Several hours into the meeting, one of the CDC advisers, Dr. Sybil Cineas, an associate professor of medicine at the Warren Alpert Medical School of Brown University, asked Miller about cases of Covid-19 among study subjects who received the original vaccine versus the updated bivalent booster.
Miller said that among subjects with no evidence of prior infection, as well as those with evidence of prior infection, the disease incidence rates were 2.4% for the group who received the original vaccine and 2.5% for those who got the bivalent booster.
That data would be published two weeks later in The New England Journal of Medicine.
When she answered Cineas’ question, Miller did not mention other aspects of the infection data in the published study. That data indicated that among hundreds of participants with no previous Covid-19 infections, infection occurred in 1.9% of those who’d received the old vaccine and in 3.2% of those who’d received the new bivalent vaccine. She also did not mention breakdowns of whether participants were sick with Covid or had asymptomatic illnesses. The study, like the preprint, did not mention whether any of these findings were statistically significant.
At the end of the meeting, the CDC advisers voted 13-1 in favor of recommending the bivalent booster, with Sanchez, a professor of pediatrics at the Ohio State University College of Medicine, voting in opposition. CDC Director Dr. Rochelle Walensky signed off on the recommendation later that day, and the vaccines were made available to the public. Currently, they are the only booster available once someone has had their primary series of a Covid-19 vaccine.
More than six months after the FDA advisers met, Moderna still has not released data from a randomized Phase 3 trial comparing infections in participants who received the new booster with those who received the old shot. The company expects to release such results “shortly” with about 3,000 participants, according to Ridley.
Pfizer does not “currently have data on incidence of infection post bivalent booster. However, we continue to monitor real-world data and collect data from our own studies,” according to a statement from Jerica Pitts, senior director of global media relations.
Together, the new updated boosters from Pfizer and Moderna cost taxpayers nearly $5 billion. To put that in perspective, that’s about the size of the annual budget for the state of Delaware.
A former FDA scientist who helped run the agency’s vaccine division told CNN that if he were still at the agency, he would have advocated for sharing the infection information with the advisers, even if it was made available only a short time before the meeting.
“I don’t think there’s any excuse for excluding it,” even with its imperfections, said Dr. Philip Krause, who served as deputy director of the FDA’s Office of Vaccine Research and Review until he resigned in October 2021.
“The company’s failure to present this information at the [FDA advisers meeting] and the omission of discussion about the data at that meeting raises questions about the ability of the process to provide a full and transparent review of the data,” he added.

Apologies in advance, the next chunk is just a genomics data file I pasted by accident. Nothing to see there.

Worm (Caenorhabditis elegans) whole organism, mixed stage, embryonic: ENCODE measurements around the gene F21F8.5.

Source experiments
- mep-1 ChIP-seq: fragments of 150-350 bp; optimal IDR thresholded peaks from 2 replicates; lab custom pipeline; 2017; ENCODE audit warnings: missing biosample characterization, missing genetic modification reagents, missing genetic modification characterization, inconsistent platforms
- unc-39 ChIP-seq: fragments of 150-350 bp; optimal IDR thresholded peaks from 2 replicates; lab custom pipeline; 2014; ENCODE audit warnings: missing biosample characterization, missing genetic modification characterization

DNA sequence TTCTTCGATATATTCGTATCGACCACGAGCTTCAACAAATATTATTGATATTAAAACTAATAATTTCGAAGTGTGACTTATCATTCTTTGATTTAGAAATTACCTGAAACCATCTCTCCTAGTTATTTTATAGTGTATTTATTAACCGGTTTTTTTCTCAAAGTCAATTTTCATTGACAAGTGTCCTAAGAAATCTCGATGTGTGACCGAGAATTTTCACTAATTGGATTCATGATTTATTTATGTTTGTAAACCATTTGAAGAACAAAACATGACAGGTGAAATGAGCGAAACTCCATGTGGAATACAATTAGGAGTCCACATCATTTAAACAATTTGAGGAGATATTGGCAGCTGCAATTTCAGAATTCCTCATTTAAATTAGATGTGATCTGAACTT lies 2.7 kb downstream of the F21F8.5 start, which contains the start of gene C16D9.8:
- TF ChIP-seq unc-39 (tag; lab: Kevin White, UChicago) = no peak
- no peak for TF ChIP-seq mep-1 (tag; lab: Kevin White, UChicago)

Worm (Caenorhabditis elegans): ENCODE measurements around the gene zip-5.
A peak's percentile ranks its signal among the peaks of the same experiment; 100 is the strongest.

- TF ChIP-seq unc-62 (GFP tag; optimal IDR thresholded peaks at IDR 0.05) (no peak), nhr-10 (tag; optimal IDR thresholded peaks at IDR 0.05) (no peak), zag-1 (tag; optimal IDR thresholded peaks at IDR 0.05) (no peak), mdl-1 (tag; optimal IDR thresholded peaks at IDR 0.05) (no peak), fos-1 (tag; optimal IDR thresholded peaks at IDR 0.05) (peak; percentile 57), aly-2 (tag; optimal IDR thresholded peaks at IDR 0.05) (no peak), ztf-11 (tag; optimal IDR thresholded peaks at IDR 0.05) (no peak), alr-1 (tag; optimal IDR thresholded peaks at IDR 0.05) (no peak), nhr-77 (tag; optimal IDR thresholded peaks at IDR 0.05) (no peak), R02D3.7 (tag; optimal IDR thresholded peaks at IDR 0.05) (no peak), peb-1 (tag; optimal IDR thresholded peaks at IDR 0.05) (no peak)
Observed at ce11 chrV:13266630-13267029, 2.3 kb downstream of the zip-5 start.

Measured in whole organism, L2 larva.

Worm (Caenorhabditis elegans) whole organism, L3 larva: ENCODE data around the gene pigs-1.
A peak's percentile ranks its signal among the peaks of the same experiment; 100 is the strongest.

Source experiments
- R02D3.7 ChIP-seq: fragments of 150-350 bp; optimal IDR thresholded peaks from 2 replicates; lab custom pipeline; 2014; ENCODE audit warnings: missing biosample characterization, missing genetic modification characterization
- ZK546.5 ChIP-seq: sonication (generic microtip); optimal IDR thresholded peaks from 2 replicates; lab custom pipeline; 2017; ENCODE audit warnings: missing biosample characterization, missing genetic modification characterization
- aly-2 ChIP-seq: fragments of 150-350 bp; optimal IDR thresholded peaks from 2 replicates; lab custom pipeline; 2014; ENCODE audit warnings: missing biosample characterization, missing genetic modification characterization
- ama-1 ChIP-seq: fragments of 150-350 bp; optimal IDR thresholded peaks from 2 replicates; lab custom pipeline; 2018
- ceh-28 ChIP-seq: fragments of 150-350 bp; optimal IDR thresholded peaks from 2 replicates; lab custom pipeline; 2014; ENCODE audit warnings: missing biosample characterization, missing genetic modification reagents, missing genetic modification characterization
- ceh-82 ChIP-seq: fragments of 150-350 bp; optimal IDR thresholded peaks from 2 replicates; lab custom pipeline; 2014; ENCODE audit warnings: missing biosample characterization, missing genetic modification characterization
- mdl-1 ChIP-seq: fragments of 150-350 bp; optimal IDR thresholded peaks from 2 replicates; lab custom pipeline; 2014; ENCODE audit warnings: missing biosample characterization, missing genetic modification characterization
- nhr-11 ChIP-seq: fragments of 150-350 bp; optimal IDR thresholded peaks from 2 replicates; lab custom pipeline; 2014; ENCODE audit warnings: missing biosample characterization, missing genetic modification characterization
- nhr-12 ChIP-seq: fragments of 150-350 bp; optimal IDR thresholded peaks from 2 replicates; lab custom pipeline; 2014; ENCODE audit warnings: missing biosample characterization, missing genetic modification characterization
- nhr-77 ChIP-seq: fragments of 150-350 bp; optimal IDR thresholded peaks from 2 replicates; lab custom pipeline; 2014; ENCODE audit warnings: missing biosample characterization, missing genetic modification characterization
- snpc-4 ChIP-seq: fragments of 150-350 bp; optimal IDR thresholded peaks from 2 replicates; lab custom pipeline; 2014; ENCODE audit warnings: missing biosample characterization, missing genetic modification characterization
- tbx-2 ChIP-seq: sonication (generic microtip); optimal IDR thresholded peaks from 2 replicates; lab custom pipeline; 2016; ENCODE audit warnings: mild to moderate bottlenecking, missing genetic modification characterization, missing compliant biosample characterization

Krause said his main concern was preserving – or regaining – the public trust in the FDA.
“That’s the critical thing,” he said. “The FDA’s objective review of the data is what is providing the great, great value to the American people, because this way they know that somebody who doesn’t have a stake in the outcome has looked at the deepest possible level at these data.”
FDA and CDC vaccine advisers echoed Krause’s concerns about transparency.
“I think that as much data that’s available should be made public and available for discussion by advisory groups so that the public can see, yes, the available science has been evaluated as best as [possible] at that particular time,” said Bernstein, the member of the FDA advisory committee.
Bernstein added that he was disappointed that the data had not been presented to him and the other advisers.
Offit, the member from the University of Pennsylvania, said he was angry.
“I was angry to find out that there was data that was relevant to our decision that I didn’t get to see. Angry because they should trust us to make the decision based on all the data. These agencies, whether it’s the FDA or CDC, can’t make that decision for us. That’s the point of having an independent advisory committee,” he said.
About a month after the CDC advisers met, studies were released from researchers at Harvard and Columbia suggesting that the new vaccines didn’t work any better than the original.
Those studies, which were very small and only in preprint and not in a medical journal, measured immune responses after people got the bivalent vaccine compared with the original version of the vaccine.
“We essentially see no difference” between the old boosters and the new about a month after the shot, said Dr. David Ho, a professor of microbiology and immunology at Columbia whose team authored one of the studies.
President Joe Biden and other administration officials continue to emphasize that the updated booster is the best way to avoid hospitalization or death from Covid-19. But nearly four months after its release, only 15.4% of the US population age 5 and older has opted to get the shot, according to CDC data.
On January 26, the advisers are scheduled to meet again to discuss future Covid-19 vaccination regimens.
Offit, the FDA vaccine adviser, said the Columbia and Harvard studies convinced him even more that the infection data and all the related caveats should have been given to the advisers from the beginning.
“This was not acceptable. I understand we’re in the middle of a pandemic. I understand we’re building the plane while it’s still in the air, but you can’t do this,” he said. “It did shake my faith. It shook my faith in how these decisions were being made.”